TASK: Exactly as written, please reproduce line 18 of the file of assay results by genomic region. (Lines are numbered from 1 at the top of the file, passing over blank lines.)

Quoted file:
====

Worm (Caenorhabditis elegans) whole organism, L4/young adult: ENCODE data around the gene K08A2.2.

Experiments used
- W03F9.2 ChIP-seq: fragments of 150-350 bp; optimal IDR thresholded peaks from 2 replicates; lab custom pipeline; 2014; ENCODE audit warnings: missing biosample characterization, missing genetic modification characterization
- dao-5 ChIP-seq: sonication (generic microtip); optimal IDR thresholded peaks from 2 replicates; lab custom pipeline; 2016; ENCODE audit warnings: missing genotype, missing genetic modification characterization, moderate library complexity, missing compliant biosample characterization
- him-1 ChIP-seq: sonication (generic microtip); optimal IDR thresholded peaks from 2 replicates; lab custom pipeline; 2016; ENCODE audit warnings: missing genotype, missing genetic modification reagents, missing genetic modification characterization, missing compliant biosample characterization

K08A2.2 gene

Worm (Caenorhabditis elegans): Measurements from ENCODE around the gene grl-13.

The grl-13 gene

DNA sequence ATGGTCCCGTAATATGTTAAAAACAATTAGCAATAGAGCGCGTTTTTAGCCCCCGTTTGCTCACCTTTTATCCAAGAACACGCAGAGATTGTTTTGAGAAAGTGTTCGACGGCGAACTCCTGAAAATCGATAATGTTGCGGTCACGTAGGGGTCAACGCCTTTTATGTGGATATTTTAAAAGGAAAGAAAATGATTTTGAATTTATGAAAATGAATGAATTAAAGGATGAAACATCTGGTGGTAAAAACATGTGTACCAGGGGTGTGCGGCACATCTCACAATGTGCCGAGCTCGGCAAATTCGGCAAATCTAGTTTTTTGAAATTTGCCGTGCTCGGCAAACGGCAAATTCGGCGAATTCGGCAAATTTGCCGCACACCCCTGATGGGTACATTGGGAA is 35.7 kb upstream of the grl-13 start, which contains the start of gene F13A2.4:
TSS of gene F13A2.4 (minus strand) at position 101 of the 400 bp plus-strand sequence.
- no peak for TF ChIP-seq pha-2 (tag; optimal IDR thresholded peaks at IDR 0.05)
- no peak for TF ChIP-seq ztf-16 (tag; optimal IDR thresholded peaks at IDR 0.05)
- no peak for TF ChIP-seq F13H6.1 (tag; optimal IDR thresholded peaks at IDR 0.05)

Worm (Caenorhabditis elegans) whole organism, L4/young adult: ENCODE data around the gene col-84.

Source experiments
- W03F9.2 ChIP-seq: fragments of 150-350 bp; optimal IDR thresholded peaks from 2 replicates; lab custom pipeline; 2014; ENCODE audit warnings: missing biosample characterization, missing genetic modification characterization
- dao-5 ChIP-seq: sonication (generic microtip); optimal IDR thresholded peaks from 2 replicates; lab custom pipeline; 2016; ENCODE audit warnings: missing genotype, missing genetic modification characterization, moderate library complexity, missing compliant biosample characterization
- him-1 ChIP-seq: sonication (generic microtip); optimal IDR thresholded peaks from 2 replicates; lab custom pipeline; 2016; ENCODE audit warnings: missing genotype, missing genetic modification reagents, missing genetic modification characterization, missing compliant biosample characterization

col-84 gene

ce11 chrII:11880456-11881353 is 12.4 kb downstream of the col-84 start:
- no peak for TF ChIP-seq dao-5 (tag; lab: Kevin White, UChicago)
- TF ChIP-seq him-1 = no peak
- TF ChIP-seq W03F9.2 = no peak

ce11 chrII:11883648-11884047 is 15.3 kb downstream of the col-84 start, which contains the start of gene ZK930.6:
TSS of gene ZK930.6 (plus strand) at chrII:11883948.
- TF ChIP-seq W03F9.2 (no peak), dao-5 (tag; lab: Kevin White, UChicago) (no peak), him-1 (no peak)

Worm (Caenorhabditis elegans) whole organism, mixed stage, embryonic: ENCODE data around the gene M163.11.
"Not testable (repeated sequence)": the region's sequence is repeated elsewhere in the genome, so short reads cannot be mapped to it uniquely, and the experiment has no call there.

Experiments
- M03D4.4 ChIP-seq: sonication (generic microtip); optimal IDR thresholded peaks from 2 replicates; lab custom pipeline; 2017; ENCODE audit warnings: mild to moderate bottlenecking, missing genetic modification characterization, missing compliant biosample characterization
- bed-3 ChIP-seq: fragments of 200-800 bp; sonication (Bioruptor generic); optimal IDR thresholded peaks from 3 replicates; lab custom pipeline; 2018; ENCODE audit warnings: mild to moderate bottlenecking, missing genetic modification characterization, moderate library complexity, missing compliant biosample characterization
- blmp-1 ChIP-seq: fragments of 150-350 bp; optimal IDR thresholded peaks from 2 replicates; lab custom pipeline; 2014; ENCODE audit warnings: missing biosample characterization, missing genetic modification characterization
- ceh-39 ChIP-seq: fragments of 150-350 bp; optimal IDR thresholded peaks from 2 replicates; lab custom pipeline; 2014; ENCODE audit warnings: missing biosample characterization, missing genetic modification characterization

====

- him-1 ChIP-seq: sonication (generic microtip); optimal IDR thresholded peaks from 2 replicates; lab custom pipeline; 2016; ENCODE audit warnings: missing genotype, missing genetic modification reagents, missing genetic modification characterization, missing compliant biosample characterization